Riots push bond spreads wider
Civil strife, budgetary problems make investors uneasy; end to trouble seen having positive impact
Civil strife, political risk and fiscal woes are the main drivers for a sharp increase in the yield on Greek government bonds to their widest in nearly a decade versus eurozone benchmark German Bunds yesterday.
Greek spreads also widened against other peripheral sovereign debt such as Italy’s BTPs, which would appear to indicate that Greek bonds are at least partly under pressure from internal problems.
The 10-year debt yields ballooned to 190 basis points over Bunds, compared with an already-lofty 172 bps on Wednesday, as rioting and fears that the one-seat majority government could collapse had upset investors, said experts.
“As we have highlighted over the past months, the political situation in Greece was already very tense given New Democracy’s one-seat majority and their need to tighten their fiscal policy, and on Wednesday we finally began to see some clear Greek underperformance versus Italy,” said David Keeble, head of fixed income strategy at Calyon in London.
“With the 10-year BTP-Bund yield spread having stabilized around 129 bps, events should illustrate just how frightened investors have become, as Greece would normally tighten in a little from here,” he added.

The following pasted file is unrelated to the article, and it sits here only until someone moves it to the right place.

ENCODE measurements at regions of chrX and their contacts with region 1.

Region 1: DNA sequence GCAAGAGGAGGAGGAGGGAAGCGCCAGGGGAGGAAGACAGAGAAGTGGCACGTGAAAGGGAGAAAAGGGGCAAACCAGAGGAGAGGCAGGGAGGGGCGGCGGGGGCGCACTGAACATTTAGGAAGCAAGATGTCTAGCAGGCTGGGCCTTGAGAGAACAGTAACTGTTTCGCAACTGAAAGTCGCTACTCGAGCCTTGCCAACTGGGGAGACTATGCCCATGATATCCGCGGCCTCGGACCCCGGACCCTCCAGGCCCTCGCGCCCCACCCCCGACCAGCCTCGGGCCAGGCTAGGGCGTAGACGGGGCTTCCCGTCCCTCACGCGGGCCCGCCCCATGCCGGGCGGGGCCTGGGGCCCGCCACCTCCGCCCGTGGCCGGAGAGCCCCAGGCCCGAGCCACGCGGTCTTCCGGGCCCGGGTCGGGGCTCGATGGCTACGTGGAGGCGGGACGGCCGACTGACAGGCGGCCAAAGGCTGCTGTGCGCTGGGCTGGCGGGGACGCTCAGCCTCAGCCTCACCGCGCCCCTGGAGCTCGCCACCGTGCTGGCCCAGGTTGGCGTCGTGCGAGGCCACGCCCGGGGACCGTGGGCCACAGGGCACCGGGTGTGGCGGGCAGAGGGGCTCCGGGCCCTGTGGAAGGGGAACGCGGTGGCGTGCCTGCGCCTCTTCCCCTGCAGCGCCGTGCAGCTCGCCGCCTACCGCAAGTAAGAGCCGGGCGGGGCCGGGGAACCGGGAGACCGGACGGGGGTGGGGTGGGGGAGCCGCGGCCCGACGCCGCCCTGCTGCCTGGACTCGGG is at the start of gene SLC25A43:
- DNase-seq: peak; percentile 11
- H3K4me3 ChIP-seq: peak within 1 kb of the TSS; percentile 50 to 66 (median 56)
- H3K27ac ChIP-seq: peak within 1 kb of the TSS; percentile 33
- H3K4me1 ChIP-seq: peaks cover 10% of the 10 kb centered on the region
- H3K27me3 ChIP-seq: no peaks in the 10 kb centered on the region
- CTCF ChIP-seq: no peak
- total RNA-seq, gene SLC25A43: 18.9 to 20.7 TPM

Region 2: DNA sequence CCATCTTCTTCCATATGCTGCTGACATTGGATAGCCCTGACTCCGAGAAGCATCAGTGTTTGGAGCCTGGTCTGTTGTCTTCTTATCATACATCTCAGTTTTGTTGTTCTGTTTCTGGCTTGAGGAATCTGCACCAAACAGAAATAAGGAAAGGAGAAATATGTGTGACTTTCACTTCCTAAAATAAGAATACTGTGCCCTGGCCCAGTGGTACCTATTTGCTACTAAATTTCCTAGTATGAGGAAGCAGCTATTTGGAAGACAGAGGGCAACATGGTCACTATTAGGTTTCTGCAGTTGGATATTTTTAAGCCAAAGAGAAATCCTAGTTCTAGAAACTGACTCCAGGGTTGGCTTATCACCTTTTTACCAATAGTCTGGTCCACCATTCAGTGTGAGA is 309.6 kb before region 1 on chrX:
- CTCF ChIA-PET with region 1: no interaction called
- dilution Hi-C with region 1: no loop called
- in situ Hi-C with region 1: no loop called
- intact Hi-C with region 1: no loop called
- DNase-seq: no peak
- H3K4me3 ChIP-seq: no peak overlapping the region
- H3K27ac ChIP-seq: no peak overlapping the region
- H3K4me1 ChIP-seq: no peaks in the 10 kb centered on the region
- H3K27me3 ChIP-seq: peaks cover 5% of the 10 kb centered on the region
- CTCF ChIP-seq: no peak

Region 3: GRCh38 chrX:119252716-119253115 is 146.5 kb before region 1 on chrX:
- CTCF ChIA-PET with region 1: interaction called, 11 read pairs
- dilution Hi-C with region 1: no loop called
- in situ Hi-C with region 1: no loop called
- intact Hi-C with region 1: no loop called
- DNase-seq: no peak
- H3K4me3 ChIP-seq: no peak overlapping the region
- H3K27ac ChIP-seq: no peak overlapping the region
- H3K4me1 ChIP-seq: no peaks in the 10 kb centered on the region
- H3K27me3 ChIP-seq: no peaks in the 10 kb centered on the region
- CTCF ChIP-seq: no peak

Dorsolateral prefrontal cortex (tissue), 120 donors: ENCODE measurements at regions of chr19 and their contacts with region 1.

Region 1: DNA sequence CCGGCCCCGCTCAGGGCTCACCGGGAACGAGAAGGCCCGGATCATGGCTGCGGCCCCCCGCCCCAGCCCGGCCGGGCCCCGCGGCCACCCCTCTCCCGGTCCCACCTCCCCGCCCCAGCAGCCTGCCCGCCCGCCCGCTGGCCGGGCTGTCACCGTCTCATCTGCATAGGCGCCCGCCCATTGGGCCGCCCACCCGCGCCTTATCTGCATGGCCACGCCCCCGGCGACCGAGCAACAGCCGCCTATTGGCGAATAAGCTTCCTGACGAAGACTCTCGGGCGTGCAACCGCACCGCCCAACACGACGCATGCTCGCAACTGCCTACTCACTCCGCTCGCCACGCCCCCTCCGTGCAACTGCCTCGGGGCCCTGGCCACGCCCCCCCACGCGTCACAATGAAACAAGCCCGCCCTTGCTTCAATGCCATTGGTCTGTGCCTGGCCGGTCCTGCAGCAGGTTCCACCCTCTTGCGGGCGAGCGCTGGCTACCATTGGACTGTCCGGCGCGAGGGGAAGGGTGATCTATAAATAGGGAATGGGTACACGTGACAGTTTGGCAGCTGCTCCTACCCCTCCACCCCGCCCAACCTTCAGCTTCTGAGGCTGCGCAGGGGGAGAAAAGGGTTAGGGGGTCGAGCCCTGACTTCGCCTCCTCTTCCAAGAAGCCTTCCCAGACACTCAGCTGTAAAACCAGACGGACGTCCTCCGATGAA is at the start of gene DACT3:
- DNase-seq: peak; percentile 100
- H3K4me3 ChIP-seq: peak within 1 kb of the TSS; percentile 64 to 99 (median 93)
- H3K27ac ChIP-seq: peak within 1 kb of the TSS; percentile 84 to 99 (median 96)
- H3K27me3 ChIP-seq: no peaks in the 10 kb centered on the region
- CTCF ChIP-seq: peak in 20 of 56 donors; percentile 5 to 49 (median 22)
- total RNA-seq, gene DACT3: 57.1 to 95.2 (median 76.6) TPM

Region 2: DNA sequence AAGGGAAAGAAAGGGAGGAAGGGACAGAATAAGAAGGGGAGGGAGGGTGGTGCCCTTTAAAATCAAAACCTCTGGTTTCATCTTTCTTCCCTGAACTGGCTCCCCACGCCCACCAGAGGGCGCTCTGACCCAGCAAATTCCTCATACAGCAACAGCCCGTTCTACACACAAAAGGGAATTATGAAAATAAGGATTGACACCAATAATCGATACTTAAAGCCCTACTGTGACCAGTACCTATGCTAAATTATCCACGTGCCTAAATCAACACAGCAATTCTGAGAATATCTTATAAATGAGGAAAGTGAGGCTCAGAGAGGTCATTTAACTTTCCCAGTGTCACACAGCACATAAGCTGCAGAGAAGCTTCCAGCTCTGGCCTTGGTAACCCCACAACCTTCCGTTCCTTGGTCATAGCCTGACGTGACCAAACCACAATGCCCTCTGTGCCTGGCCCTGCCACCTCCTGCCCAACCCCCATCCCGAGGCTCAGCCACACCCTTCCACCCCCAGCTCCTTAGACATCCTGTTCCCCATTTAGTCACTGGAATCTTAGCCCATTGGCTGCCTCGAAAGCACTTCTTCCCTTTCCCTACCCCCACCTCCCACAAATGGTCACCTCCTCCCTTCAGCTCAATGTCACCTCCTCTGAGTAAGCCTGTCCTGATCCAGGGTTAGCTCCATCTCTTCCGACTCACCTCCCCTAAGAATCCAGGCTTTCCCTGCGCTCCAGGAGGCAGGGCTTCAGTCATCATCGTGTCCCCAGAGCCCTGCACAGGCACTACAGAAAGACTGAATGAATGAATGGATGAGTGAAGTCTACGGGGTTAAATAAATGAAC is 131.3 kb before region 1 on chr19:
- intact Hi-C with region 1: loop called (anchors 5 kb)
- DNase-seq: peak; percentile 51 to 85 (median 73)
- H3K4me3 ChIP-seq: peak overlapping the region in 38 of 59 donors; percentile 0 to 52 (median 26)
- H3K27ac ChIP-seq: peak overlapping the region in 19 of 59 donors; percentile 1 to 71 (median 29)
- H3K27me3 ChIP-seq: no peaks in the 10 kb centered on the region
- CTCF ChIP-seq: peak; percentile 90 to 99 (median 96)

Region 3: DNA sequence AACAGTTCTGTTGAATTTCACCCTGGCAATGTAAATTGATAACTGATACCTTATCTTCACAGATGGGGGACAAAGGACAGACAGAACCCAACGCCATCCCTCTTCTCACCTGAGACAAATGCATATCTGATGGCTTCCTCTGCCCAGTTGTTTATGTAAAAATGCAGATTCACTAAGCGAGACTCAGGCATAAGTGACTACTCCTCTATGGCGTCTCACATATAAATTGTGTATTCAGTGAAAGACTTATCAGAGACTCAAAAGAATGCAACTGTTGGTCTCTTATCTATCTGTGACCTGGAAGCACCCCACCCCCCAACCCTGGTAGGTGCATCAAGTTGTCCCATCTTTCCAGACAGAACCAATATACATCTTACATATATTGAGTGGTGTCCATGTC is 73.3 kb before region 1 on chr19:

Analysts see Greek spreads widening to 200 bps by early next week and remaining at that level into 2009.
“The 200 bps threshold – I’m very confident that we’ll see that level in the next days,” said David Schnautz, a bond analyst at Commerzbank in Frankfurt.
A growing threat of Greece missing its fiscal goals as the slowing economy drags tax revenues lower is also putting pressure on spreads.
Deputy Economy and Finance Minister Nikolaos Legas told Parliament on Wednesday the budget deficit in September hit 11.63 billion euros, overshooting the 10.83-billion-euro target for the year, as specified in the 2009 draft budget. (Kathimerini, Reuters)